will the new forest rights rules empower forest communities? There are mixed responses to the recently released
draft of the Scheduled Tribes and other Traditional Forest Dwellers (Recognition of Forest Rights) Rules, 2007. Announced on June 19, the rules are
meant to operationalise the parent act. The Union ministry of tribal affairs has sought comments.
Activists say the rules are not in harmony with the act. The focus of the act is to empower the forest rights holders, but, they say, the rules just enlist the duties of the forest communities. According to them, rule 28 (6) says that forest rights committees have to authenticate forest maps with the revenue and forest authorities. This, according to Madhu Sarin, a tribal rights activist, "will make gram sabhas vulnerable to interventions from authorities who may influence their legitimate claims".But officials in the ministry say the rules are meant to empower gram sabhas.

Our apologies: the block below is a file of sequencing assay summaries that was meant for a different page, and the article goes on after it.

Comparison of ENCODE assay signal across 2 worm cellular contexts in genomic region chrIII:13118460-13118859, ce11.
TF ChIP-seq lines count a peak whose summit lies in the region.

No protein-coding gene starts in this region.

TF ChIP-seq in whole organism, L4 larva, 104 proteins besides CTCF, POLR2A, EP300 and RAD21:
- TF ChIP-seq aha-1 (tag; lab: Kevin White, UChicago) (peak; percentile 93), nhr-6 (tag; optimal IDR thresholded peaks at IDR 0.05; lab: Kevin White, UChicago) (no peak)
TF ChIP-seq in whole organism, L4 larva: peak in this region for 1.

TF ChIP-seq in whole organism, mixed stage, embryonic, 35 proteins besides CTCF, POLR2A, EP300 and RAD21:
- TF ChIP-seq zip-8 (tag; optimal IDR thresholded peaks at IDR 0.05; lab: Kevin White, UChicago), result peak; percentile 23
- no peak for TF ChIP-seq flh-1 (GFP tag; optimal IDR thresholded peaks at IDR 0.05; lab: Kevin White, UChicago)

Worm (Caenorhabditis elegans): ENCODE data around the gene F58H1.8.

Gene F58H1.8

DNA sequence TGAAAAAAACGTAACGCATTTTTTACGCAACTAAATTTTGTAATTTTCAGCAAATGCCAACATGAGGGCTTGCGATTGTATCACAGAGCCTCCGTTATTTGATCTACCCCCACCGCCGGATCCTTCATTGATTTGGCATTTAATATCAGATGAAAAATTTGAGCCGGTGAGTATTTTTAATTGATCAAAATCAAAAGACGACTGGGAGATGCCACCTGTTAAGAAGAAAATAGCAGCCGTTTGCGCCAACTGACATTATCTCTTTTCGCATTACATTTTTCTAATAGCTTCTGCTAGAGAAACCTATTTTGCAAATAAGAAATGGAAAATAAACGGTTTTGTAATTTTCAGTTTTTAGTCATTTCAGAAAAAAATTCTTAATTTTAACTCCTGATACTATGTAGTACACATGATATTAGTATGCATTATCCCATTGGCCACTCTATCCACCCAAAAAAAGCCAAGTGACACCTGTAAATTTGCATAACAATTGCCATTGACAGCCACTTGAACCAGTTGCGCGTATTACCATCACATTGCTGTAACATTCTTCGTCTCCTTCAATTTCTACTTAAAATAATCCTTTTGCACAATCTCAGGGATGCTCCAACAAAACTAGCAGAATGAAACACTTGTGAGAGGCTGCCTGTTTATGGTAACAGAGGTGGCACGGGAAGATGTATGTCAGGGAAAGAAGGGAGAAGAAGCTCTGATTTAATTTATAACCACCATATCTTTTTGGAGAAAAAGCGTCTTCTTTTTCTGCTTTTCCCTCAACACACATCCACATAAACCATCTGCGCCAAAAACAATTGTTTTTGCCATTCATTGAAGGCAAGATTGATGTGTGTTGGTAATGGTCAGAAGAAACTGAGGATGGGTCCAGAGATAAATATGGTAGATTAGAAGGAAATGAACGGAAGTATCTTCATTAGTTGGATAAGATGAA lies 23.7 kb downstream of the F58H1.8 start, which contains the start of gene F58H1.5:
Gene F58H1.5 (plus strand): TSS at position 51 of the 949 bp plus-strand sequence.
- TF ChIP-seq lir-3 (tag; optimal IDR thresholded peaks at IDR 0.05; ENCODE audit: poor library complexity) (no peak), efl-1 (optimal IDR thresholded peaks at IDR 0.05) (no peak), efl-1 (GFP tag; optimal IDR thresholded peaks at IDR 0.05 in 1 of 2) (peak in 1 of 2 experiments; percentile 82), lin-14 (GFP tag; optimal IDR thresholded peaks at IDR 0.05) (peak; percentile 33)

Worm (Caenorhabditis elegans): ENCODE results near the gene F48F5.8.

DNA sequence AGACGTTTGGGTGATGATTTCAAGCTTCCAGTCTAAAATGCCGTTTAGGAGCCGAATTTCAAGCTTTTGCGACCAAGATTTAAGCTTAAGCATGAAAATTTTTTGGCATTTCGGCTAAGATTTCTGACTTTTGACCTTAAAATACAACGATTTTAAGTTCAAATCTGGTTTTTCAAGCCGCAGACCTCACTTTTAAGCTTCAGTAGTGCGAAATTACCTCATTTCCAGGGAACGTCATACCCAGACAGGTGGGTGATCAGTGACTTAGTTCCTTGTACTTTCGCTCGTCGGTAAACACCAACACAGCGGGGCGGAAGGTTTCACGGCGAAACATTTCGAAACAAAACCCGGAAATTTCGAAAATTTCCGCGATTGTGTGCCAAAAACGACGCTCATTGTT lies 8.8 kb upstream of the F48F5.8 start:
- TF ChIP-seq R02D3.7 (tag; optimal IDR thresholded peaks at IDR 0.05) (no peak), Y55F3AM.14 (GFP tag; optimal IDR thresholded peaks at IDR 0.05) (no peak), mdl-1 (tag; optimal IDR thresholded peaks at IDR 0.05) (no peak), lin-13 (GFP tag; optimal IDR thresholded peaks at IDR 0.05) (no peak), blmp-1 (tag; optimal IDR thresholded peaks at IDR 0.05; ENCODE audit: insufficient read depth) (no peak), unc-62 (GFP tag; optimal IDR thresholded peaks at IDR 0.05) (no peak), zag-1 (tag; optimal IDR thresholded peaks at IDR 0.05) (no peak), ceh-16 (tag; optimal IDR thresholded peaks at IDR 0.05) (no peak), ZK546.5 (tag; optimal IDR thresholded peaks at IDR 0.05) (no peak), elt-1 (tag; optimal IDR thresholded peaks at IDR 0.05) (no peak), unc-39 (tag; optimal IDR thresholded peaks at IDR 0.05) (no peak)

But activists say the rule states that gram sabhas may seek assistance of the authorities for managing forest resources. However, the rules don't clarify that the gram sabha can override the forest department on issues relating to areas over which they have legal rights. It is also silent on the institutions to resolve disagreements between the gram sabhas and the forest department.
Sarin says that rule 18 (b) is vague. It states that land granted to forest dwellers can be used for "sustainable bona fide livelihood activities". But it restricts the communities from using the land for "ecologically undesirable commercial use". But the rule does not clarify the commercial use, says Sarin. "This may be misused by the officials."
According to experts, the rules have not properly acknowledged the traditional rights of forest communities. "They have limited the rights as part of the joint forest mechanism," says Sarin. But the ministry says the rules preserve the rights of the tribal communities.
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